There are two problems: (1) Some of the prepositions are somewhat confusing and their meaning or use here is not altogether clear. (2) Although Samuel seems to have the Israeli army circling behind the Philistines and the Chronicles text has them circling around to their side, it is possible that both texts are correct; it is possible that David was poised to strike them from behind, God said no, and then David takes his men from behind the Philistines and circles around to their side.

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Keil and Delitzsch spend no little time on this subject. I will try to edit this to text which is easier to understand; however, it is not a problem if you skip over this entirely and move to the next doctrine.

Keil and Delitzsch Show how 2Samuel 23 and 1Chronicles 14 Agree

In 1Ch_14:14, the divine answer to David's question, whether he should march against the Philistines, runs thus: You will not go up after them; turn away from them, and come upon them over against the baca-bushes; - while in 2Sa_5:23, on the contrary, we read: You will not go up [i.e., advance against the enemy to attack them in front]; turn behind them [i.e., to their rear], and come upon them over against the baca-bushes. Bertheau endeavours to get rid of the discrepancy, by supposing that into both texts corruptions have crept through transcribers' errors [I’ll leave out the specifics here, as this portion gets rather complex]. His supposition, however, stands or falls with the presumption that by in the Samuel text, an attack is forbidden; but for that presumption no tenable grounds exist: it would rather involve a contradiction between the first part of the divine answer and the second. The last clause, “Come upon them from over against the baca-bushes,” shows that the attack was not forbidden; all that was forbidden was the making of the attack by advancing straight forward: instead of that, they were to try to fall upon them in the rear, by making a circuit. The chronicler consequently gives us an explanation of the ambiguous words of 2Samuel, which might easily be misunderstood. David's question was doubtless expressed as it is in 1Ch_14:10, Should I go up against the Philistines? The answer might be understood to mean, “Go not up against them, attack them not, but go away behind them;” but with that the following, “Come upon them from the baca-bushes,” did not seem to harmonize. The chronicler consequently explains the first clauses of the answer thus: “Go not up straight behind them,” i.e., advance not against them so as to attack them openly, “but turn thyself away from them,” i.e., strike off in such a direction as to turn their flank, and come upon them from the front of the baca-bushes. In this way the apparently contradictory texts are reconciled without the alteration of a word.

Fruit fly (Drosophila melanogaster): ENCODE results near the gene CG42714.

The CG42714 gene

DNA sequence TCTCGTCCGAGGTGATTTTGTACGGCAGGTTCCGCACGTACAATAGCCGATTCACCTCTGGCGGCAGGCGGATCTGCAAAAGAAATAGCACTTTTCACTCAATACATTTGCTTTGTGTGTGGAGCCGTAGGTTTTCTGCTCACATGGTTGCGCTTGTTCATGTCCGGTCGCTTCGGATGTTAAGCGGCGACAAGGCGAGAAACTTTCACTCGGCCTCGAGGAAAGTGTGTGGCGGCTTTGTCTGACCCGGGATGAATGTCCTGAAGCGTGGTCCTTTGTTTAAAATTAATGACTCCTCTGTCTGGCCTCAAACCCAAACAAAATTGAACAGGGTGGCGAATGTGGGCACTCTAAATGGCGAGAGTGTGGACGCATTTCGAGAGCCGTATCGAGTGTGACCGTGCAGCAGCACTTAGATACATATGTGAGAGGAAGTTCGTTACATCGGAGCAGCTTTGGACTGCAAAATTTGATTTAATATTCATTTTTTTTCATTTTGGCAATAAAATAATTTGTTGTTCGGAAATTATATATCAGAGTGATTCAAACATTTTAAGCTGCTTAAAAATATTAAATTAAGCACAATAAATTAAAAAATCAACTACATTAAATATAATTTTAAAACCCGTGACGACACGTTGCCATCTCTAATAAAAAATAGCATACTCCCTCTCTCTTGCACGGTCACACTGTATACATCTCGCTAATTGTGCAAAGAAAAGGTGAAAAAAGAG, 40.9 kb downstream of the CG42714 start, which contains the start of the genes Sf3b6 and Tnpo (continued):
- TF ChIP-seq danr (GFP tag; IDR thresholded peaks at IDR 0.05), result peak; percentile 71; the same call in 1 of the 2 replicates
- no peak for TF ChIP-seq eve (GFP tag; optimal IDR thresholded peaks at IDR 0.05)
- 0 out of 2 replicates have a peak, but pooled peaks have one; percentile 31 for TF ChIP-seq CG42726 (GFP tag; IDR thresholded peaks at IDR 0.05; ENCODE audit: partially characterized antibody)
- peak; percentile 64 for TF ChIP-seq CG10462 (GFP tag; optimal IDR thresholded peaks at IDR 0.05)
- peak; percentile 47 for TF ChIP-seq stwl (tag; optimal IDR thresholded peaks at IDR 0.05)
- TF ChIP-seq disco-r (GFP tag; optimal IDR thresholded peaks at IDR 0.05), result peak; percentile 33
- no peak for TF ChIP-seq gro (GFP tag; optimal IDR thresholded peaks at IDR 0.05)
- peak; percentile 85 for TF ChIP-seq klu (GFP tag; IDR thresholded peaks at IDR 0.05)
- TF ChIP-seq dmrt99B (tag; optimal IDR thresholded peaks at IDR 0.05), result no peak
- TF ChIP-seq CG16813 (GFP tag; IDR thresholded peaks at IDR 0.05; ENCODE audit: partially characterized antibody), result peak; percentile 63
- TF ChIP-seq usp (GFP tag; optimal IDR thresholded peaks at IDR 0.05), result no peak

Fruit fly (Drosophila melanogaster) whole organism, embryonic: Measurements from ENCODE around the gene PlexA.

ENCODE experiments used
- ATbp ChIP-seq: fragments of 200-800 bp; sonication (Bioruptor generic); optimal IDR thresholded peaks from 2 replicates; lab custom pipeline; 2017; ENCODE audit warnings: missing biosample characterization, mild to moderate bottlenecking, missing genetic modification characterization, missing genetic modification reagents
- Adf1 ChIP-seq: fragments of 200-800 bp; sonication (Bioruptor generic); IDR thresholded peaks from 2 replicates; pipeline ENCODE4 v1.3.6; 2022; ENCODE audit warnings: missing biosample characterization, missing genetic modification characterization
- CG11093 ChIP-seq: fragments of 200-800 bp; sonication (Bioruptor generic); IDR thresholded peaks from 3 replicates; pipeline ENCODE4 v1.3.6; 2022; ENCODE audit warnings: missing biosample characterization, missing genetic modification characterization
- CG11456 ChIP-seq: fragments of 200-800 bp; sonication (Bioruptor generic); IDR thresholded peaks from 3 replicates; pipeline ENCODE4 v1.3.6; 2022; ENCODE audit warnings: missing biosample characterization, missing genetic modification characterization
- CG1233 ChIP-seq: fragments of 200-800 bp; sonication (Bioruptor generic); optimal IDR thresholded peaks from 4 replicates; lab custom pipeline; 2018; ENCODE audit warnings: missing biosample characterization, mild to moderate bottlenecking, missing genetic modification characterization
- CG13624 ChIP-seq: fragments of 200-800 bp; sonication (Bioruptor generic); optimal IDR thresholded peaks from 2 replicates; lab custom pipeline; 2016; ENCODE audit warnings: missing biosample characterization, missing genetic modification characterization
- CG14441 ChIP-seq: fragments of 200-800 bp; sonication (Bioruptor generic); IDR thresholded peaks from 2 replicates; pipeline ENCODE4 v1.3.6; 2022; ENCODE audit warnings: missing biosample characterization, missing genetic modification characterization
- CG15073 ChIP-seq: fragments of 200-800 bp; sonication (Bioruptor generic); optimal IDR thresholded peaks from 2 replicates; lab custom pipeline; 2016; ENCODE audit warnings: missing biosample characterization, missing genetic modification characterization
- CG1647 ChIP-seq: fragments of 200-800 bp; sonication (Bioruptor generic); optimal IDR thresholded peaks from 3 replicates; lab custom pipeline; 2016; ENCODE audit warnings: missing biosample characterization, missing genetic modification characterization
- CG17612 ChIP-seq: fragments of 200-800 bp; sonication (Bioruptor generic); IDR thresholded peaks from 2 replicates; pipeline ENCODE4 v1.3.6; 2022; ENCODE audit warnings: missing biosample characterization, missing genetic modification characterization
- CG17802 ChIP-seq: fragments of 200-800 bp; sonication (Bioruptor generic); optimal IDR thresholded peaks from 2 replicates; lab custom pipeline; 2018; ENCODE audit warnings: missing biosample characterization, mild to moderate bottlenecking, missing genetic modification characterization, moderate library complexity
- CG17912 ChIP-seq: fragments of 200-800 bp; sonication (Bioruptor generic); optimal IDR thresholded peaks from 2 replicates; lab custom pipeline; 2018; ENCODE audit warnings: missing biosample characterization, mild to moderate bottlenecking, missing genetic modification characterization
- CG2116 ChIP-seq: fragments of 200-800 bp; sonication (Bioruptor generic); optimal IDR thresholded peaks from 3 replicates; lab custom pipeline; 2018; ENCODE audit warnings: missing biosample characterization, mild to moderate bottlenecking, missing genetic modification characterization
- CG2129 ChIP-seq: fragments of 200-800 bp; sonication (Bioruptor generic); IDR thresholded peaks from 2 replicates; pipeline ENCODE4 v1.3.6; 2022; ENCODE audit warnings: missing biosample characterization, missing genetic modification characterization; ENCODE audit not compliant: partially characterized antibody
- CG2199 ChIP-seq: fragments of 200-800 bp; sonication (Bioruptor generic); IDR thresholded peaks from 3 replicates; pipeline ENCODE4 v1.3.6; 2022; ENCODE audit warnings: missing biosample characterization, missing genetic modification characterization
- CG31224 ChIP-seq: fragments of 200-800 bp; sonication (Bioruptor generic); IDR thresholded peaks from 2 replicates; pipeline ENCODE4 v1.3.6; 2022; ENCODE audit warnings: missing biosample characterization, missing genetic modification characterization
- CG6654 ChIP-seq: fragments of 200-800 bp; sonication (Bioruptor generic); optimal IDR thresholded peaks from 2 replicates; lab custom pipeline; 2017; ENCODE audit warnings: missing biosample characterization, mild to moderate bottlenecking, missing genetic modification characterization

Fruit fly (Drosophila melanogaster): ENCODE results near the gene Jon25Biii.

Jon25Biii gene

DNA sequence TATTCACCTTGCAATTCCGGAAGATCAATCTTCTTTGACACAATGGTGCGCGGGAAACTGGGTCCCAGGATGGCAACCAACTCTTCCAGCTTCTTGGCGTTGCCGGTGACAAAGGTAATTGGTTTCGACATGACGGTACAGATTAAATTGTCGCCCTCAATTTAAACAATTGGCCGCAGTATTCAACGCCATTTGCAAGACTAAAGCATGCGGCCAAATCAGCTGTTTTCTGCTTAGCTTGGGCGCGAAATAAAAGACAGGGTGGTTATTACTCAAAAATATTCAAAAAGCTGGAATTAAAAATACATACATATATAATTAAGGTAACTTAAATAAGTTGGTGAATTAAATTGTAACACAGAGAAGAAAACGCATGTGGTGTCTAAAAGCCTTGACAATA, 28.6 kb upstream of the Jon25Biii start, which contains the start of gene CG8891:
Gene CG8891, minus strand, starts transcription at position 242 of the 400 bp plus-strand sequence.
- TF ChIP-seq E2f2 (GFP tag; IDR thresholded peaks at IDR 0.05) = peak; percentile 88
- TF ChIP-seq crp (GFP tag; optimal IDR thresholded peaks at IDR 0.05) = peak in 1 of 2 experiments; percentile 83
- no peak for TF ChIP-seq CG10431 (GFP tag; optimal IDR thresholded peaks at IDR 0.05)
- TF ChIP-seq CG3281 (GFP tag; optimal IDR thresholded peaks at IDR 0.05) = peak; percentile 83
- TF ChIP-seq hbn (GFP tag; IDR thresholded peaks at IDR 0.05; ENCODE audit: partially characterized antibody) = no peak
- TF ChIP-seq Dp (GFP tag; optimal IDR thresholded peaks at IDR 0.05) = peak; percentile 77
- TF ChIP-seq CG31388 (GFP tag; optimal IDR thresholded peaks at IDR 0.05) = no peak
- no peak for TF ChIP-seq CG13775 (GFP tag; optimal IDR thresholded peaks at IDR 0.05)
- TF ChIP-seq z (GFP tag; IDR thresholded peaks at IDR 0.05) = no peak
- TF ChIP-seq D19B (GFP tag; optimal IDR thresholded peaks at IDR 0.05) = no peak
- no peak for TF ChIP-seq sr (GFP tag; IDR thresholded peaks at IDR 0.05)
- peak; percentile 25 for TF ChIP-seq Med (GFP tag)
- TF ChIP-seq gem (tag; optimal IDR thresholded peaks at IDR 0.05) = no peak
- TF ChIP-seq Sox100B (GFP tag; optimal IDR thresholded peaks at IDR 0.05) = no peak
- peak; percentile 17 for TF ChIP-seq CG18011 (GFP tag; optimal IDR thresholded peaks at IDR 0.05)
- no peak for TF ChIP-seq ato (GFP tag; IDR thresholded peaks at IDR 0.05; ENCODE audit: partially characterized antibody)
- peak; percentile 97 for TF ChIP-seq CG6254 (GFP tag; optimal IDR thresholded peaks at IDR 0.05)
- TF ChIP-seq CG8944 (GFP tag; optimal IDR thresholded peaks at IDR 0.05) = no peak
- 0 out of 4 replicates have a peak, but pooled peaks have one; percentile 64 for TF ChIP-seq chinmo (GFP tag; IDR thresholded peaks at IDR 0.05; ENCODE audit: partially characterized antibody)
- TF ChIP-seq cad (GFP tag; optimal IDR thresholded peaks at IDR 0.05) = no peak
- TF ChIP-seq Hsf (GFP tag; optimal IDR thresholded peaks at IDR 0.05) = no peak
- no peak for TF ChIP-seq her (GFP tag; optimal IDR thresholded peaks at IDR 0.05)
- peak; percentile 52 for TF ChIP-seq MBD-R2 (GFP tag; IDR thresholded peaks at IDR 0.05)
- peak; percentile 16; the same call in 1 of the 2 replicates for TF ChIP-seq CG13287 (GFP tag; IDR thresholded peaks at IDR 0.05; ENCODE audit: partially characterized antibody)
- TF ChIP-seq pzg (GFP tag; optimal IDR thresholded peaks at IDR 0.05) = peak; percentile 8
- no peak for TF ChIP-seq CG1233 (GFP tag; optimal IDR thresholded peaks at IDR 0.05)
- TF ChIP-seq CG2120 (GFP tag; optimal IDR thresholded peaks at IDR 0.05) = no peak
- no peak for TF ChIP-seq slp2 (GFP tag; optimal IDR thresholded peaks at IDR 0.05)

Yeah, that’s what she said.

I think that is more or less what I said. I edited the text of Keil and Delitzsch for clarity, but I don’t know that I was very successful.

Edited from Keil and Delitzsch, Commentary on the Old Testament; from e-Sword; 1Chron. 14:2–18.

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Critics who look for contradictions ignore some basic principles:

Some Fundamental Principles of Textual Criticism

1.      God has never guaranteed that each and every word of any English translation is inspired by the Holy Spirit.

2.      There are definitely some errors and even additional text which have crept into the Scriptures over the years.

3.      Even with that, the faithfulness of the text is incredible. I have seen Scripture compared to the writings of Shakespear (which came after the invention of the printing press), and there are considerably fewer discrepancies between various Biblical texts and various Shakespear texts.

4.      There are no fundamental doctrinal problems when comparing this or that text. That is, we can come across this and that problem with regards to minor nuances of the text; but, the fundamental and secondary doctrines of the Word are never ever in question. I have given two examples of problematic texts where some fundamental doctrines could be called into question. In the book of 1Samuel, Saul calls for the Ark of God which appears to be a call for guidance; however, other texts have him calling for the Ephod, which makes much more sense. In the discussion of that passage, one might determine with, say, 90% probability, that the actual text should read Ephod. Another example is the end of the final chapter of Mark, where disciples are wandering about lifting up deadly snakes and drinking poison; this text is missing from the earliest manuscripts and seems to have been added a century or two later. This is a famous holy roller text which has spawned some pretty weird cults (see I Handle Snakes by Tonio K).1 Textual criticism tells us that this text is bogus.

5.      There are undoubtedly going to be problematic texts from time to time, and some we will have to simply chalk up to copyist errors. I know that seems like a cop-out, but there are texts where it is clear that such errors have occurred (in fact, many such errors are actually classified into groups).